The second default tab, ‘Top Sites,’ gives me more information on the sites where the mentions took place and the top news sites where a mention occurs. Brandwatch claim to crawl over 70m sources daily, but if there are specific sites you want included they will add them for you.
The third tab, ‘Authors,’ gives you detailed information about the authors. It shows you at a glance the number of mentions, the sentiment, the number of followers and Brandwatch scores for their influence and outreach potential. See the image below.
The next tab is ‘Topics’. This provides a simple word cloud of the most used topic names and allows you to click on each word to drill down to the the actual mentions of that topic.
The next tab, ‘Charts,’ provides you with a number of very useful charts. I particularly liked the one below. It doesn’t simply show the volume of mentions, but where the mentions came from. The light blue blocks are Twitter, the red blocks are news sites, the dark blue blocks are Facebook and the green blocks are forums.
Thus you can very quickly see where mentions are taking place. You can also click any block to instantly view the mentions and the source website if appropriate.
The final default tab, ‘Mentions,’ provides you with each mention in list format, showing the sentiment and impact; below is an example for mentions of ‘BuzzSumo’. You can re-sort this list for example by those mentions with the most impact.
There are many additional features and components that allow you to analyze the data in your dashboard, far too many for me to mention in this post. Below, for example, is a gender analysis. This shows the topics mentioned by gender, with the topics more frequently mentioned by women on the left and the topics more frequently mentioned by men on the right. It also shows the top male and female authors.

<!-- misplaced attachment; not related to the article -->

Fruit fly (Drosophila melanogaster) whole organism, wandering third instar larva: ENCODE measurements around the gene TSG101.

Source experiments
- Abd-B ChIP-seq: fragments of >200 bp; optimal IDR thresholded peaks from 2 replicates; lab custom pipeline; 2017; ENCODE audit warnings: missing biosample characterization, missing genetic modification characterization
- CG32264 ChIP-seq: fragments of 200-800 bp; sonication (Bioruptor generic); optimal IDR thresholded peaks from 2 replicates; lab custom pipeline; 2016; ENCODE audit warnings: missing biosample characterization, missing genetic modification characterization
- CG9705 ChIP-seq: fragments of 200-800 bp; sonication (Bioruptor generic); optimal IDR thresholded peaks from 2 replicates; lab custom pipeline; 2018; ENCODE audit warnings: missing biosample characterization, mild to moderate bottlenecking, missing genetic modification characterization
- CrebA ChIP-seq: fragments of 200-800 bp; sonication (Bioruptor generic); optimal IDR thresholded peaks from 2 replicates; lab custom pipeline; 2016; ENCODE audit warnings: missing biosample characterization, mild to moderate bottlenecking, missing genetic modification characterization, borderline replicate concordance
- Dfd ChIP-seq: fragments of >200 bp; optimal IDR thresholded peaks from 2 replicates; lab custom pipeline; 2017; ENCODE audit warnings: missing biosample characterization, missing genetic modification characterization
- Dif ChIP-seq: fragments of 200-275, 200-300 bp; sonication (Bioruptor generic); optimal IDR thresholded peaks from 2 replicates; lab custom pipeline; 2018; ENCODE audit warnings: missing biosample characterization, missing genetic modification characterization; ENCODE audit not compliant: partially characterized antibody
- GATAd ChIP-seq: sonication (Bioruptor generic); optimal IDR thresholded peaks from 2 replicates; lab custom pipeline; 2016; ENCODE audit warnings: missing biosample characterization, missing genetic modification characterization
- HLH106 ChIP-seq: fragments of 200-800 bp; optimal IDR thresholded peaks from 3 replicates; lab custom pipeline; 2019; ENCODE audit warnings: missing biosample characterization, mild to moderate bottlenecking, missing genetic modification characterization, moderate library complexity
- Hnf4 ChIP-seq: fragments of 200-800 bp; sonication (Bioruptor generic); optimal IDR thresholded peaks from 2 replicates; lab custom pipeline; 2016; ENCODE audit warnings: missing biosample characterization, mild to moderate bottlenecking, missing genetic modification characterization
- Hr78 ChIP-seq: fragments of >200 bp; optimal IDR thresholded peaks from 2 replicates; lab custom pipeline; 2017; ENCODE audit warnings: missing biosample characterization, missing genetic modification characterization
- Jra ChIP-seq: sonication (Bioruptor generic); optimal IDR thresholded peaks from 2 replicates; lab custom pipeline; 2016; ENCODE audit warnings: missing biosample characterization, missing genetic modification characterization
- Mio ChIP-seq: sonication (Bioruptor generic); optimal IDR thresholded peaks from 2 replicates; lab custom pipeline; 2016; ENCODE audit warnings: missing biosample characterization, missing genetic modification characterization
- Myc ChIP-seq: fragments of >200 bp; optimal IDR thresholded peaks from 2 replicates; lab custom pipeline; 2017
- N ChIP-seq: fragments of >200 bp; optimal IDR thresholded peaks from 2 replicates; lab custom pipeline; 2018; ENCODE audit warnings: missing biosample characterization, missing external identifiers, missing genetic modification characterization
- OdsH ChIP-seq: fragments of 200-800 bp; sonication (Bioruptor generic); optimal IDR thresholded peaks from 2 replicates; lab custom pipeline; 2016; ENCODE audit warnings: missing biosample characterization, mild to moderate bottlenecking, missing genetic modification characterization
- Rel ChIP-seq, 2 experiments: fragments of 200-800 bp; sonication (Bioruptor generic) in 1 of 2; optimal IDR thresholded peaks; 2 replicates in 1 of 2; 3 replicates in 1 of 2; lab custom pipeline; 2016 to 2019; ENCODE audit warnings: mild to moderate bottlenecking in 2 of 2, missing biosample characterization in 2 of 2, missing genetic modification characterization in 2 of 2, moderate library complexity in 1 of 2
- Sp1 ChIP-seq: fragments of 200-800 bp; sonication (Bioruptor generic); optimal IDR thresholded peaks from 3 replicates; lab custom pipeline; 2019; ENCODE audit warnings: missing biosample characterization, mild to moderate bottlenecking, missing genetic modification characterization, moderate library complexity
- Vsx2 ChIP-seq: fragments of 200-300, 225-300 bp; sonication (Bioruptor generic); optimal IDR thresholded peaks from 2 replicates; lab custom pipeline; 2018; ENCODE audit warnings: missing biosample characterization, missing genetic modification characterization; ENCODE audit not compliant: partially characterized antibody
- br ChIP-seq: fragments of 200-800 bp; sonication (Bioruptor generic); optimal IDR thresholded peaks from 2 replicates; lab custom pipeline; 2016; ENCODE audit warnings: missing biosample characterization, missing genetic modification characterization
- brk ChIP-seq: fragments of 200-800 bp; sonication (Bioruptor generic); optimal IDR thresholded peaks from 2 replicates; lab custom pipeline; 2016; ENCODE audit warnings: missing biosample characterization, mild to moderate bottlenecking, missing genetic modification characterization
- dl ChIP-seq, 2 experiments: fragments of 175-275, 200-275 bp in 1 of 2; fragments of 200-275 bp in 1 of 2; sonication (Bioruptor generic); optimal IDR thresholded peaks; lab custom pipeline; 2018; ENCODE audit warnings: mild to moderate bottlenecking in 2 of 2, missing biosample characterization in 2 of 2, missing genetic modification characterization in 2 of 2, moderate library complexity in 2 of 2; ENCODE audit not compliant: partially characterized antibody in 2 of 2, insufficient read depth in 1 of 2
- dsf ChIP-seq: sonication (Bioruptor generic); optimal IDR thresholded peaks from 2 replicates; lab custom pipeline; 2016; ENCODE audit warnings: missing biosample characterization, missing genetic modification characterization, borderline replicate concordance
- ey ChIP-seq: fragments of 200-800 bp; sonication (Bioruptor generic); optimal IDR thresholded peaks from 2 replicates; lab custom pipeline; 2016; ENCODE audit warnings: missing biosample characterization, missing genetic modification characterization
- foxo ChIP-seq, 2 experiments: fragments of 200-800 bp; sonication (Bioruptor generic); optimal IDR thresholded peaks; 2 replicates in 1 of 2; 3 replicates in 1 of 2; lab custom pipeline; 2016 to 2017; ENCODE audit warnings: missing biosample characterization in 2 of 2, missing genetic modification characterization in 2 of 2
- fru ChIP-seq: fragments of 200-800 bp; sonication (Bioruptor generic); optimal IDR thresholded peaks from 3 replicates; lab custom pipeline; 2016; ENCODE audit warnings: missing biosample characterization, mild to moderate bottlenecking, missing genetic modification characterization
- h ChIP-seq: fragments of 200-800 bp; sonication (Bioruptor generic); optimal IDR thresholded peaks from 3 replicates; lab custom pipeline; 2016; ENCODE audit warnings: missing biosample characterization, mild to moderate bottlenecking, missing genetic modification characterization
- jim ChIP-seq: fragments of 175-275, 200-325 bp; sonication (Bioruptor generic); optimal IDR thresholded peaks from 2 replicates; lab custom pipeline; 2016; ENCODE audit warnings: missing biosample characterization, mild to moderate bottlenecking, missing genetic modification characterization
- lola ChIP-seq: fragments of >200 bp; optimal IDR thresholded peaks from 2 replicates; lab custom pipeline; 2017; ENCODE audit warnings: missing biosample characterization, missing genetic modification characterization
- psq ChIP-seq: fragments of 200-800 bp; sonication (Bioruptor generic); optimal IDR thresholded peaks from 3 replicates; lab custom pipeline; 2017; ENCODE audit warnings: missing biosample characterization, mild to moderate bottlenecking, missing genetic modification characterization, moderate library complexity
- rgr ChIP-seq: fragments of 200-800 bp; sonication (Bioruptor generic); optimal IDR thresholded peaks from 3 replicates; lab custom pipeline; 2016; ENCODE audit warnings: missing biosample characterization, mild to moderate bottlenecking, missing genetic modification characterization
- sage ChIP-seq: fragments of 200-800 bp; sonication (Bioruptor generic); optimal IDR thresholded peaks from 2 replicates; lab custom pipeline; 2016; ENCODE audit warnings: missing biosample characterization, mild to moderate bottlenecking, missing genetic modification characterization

The final feature I want to mention in this review is alerts. In Brandwatch you can set up email alerts that can be sent to anyone inside or outside your organization.
The alerts give you an indication of the flexibility and power of Brandwatch and how you can slice and dice the data to meet your needs.
You can set up an alert by simply entering the email address and subject line. You can then add filters so that the alert is very precise. You can create an alert for a query or a channel and add a further query or mention.
Thus you might want to set up an alert for say a product and make this more precise by adding the product version, color or flavor.
You can further add any of the filters shown here. Thus you can specify you only want to see negative sentiment mentions; you can specify the source type such as say Twitter, a blog or a forum; you can specify a particular location; and continue to tailor your alert in this way.
This allows you to create very precise alerts for say a particular product, with negative sentiment in a particular region. This could be very useful for brands which get thousands of mentions to allow you to filter out the noise and get to exactly what you are searching for.
Brandwatch aims to be the best in class at what it does. Thus it has a very clear focus and doesn’t try to do everything such as the management and scheduling of posts. The team have integrated with popular tools such as Hootsuite; thus, in Hootsuite you can set up Brandwatch streams with your other Twitter streams and see the data for your Brandwatch queries.
Whether you are an agency, a big brand or a small brand social media monitoring is a key task. Companies cannot ignore the conversations taking place on the web. In a complex world of multiple social networks Brandwatch is a tool that can help you cut through the noise to monitor conversations that are important to your business.
Brandwatch prices start at around $ 750 a month for unlimited users, training, support and 10,000 mentions a month.
Want to explore the tool for yourself? You can get free demo access to Brandwatch by filling in the form here http://www.brandwatch.com/demo/
Do you use Brandwatch? I would love to get your feedback.